India’s Pratyush, Mihir Ranked Among 100 Fastest Supercomputers in The World

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Back in January, the Indian government collaborated with Cray Inc to deploy a supercomputer dubbed ‘Pratyush’ at the Indian Institute of Tropical Meteorology (IITM) with the goal of enhancing the accuracy of weather forecasts and conducting research. Pratyush has now been ranked as the 39th most powerful supercomputer in the world, according to TOP500’s latest list of the most powerful supercomputers across the globe.

Pratyush, which is the first multi-petaflop computing device in the country, has helped India leap from the 227th rank in the 2017 edition of the list to an ‘Under 50’ spot for the first time in history.

India’s Pratyush, Mihir Ranked Among 100 Fastest Supercomputers in The World
Image courtesy: TechSpot

Pratyush is joined in the coveted sub-100 ranking class by another Indian supercomputer called Mihir, which was also deployed in collaboration with Cray Inc at the same time at the National Centre for Medium Range Weather Forecast (NCMRWF) in Noida. Mihir has been ranked 66th in the TOP500 list, thanks to its 2.8 petaflop processing speed, while the Pratyush supercomputer overshadowed it with its significantly higher 4.0 petaflop speed.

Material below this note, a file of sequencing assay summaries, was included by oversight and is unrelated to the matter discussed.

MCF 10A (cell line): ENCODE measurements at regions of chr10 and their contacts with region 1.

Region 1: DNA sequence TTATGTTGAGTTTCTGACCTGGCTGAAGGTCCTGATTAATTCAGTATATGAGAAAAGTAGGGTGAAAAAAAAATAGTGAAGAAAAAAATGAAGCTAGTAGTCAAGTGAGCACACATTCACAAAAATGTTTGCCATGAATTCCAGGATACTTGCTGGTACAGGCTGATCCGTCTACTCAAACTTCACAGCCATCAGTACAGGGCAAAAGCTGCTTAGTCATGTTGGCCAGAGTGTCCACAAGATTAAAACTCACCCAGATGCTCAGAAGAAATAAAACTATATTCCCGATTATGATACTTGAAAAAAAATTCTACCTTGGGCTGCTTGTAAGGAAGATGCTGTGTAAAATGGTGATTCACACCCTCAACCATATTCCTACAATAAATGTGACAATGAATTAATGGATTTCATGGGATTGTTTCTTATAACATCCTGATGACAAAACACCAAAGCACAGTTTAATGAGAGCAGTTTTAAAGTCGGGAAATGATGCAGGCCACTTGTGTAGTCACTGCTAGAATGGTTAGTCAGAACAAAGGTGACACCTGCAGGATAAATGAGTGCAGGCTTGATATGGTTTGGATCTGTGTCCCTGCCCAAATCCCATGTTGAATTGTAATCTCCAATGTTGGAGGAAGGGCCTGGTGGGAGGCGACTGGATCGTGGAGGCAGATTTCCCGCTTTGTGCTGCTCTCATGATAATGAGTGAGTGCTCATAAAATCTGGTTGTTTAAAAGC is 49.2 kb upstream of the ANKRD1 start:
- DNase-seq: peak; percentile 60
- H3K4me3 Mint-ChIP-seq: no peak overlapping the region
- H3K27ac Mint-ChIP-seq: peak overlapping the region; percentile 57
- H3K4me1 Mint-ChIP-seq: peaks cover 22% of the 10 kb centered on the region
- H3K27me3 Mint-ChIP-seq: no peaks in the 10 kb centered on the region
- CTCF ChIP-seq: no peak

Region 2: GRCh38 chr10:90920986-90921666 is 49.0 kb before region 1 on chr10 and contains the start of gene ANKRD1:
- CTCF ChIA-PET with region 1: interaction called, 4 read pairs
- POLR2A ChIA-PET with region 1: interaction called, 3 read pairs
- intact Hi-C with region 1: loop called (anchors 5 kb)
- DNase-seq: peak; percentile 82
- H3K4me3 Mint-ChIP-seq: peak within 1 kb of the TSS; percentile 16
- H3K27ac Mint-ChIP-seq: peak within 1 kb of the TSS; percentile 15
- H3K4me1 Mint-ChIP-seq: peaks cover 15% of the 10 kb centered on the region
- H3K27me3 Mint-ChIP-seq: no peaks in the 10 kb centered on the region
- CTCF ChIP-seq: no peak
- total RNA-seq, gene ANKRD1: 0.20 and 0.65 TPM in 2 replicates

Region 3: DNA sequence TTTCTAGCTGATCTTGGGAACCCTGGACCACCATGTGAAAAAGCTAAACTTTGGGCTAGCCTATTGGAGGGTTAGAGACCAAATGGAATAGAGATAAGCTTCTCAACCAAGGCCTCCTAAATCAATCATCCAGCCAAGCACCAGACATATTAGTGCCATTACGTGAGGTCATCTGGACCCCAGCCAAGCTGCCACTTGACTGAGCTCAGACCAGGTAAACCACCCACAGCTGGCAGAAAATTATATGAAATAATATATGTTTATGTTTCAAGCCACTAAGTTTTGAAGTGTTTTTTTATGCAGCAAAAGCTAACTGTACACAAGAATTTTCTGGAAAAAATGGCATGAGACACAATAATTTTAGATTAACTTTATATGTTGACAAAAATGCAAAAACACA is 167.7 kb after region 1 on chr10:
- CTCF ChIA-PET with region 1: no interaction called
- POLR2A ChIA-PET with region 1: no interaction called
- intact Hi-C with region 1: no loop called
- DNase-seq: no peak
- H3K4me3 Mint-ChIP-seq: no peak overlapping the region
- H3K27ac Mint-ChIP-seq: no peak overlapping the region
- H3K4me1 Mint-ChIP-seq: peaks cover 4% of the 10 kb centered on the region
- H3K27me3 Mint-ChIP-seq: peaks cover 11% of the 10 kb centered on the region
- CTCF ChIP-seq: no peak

In addition to Pratyush and Mihir, India also has three other computing systems in the list of the top 500 most powerful computing systems in the world. A Lenovo HPC (High-Performance Computing) machine owned by a private firm in India occupies the 206th spot, while the SERC at IISc (Indian Institute of Science), Bangalore and another system at IITM in Pune occupy the 327th and 496th spot respectively.

The list is topped by the IBM-built Summit supercomputer at the Oak Ridge National Laboratory in Tennessee with a peak processing speed of 187 teraflops, which is over 45 times that of India’s fastest supercomputer, Pratyush. The Summit is employed for research in domains of material studies, cancer, fusion energy and astrophysics, while another American supercomputer named Sierra, which occupies the third spot with a peak clock speed of 119 teraflops, will be used for nuclear weapons research.

VIA Business Standard
comment Comments 1
  • james says:

    LOL noticed how this article avoided the 2nd fastest supercomputer and the country with the most supercomputers in the top500.

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